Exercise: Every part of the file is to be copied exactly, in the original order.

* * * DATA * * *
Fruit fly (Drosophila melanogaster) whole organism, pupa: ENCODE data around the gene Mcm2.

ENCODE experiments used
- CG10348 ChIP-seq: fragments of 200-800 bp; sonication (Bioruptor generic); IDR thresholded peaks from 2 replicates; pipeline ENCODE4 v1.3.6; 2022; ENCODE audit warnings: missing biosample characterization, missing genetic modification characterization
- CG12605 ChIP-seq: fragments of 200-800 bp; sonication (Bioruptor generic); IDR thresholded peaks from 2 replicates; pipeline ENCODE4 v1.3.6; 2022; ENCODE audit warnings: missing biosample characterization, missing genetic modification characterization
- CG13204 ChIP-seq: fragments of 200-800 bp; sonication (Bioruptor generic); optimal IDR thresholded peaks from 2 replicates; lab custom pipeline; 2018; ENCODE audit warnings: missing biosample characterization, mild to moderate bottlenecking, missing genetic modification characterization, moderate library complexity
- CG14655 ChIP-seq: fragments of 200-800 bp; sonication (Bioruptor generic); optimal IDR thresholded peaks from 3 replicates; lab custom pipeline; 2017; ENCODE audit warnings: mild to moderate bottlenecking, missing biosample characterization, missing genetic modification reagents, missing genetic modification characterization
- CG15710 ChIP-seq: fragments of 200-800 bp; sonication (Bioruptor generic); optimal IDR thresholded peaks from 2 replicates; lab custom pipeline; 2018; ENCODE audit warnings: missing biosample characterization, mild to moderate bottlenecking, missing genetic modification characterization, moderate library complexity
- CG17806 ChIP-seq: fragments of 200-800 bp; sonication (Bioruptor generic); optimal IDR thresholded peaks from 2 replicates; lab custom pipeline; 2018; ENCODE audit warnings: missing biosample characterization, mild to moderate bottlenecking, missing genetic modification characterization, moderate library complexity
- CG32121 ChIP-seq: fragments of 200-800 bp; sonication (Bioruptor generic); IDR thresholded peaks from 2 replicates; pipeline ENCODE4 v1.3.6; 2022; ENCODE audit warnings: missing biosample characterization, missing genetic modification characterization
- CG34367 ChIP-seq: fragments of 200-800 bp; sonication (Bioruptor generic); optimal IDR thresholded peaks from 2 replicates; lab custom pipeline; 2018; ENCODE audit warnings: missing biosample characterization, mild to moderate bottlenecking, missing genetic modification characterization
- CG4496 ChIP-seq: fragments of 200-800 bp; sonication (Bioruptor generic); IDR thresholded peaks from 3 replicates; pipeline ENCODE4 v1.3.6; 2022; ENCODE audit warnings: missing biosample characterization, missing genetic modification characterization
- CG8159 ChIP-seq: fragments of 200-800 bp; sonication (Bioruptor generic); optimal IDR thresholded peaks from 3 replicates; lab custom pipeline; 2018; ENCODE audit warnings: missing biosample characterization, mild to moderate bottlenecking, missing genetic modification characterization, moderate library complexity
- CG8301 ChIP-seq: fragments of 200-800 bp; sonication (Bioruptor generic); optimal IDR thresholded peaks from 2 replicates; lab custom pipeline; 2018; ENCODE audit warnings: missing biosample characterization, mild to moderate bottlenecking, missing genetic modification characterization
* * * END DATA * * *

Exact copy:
Fruit fly (Drosophila melanogaster) whole organism, pupa: ENCODE data around the gene Mcm2.

ENCODE experiments used
- CG10348 ChIP-seq: fragments of 200-800 bp; sonication (Bioruptor generic); IDR thresholded peaks from 2 replicates; pipeline ENCODE4 v1.3.6; 2022; ENCODE audit warnings: missing biosample characterization, missing genetic modification characterization
- CG12605 ChIP-seq: fragments of 200-800 bp; sonication (Bioruptor generic); IDR thresholded peaks from 2 replicates; pipeline ENCODE4 v1.3.6; 2022; ENCODE audit warnings: missing biosample characterization, missing genetic modification characterization
- CG13204 ChIP-seq: fragments of 200-800 bp; sonication (Bioruptor generic); optimal IDR thresholded peaks from 2 replicates; lab custom pipeline; 2018; ENCODE audit warnings: missing biosample characterization, mild to moderate bottlenecking, missing genetic modification characterization, moderate library complexity
- CG14655 ChIP-seq: fragments of 200-800 bp; sonication (Bioruptor generic); optimal IDR thresholded peaks from 3 replicates; lab custom pipeline; 2017; ENCODE audit warnings: mild to moderate bottlenecking, missing biosample characterization, missing genetic modification reagents, missing genetic modification characterization
- CG15710 ChIP-seq: fragments of 200-800 bp; sonication (Bioruptor generic); optimal IDR thresholded peaks from 2 replicates; lab custom pipeline; 2018; ENCODE audit warnings: missing biosample characterization, mild to moderate bottlenecking, missing genetic modification characterization, moderate library complexity
- CG17806 ChIP-seq: fragments of 200-800 bp; sonication (Bioruptor generic); optimal IDR thresholded peaks from 2 replicates; lab custom pipeline; 2018; ENCODE audit warnings: missing biosample characterization, mild to moderate bottlenecking, missing genetic modification characterization, moderate library complexity
- CG32121 ChIP-seq: fragments of 200-800 bp; sonication (Bioruptor generic); IDR thresholded peaks from 2 replicates; pipeline ENCODE4 v1.3.6; 2022; ENCODE audit warnings: missing biosample characterization, missing genetic modification characterization
- CG34367 ChIP-seq: fragments of 200-800 bp; sonication (Bioruptor generic); optimal IDR thresholded peaks from 2 replicates; lab custom pipeline; 2018; ENCODE audit warnings: missing biosample characterization, mild to moderate bottlenecking, missing genetic modification characterization
- CG4496 ChIP-seq: fragments of 200-800 bp; sonication (Bioruptor generic); IDR thresholded peaks from 3 replicates; pipeline ENCODE4 v1.3.6; 2022; ENCODE audit warnings: missing biosample characterization, missing genetic modification characterization
- CG8159 ChIP-seq: fragments of 200-800 bp; sonication (Bioruptor generic); optimal IDR thresholded peaks from 3 replicates; lab custom pipeline; 2018; ENCODE audit warnings: missing biosample characterization, mild to moderate bottlenecking, missing genetic modification characterization, moderate library complexity
- CG8301 ChIP-seq: fragments of 200-800 bp; sonication (Bioruptor generic); optimal IDR thresholded peaks from 2 replicates; lab custom pipeline; 2018; ENCODE audit warnings: missing biosample characterization, mild to moderate bottlenecking, missing genetic modification characterization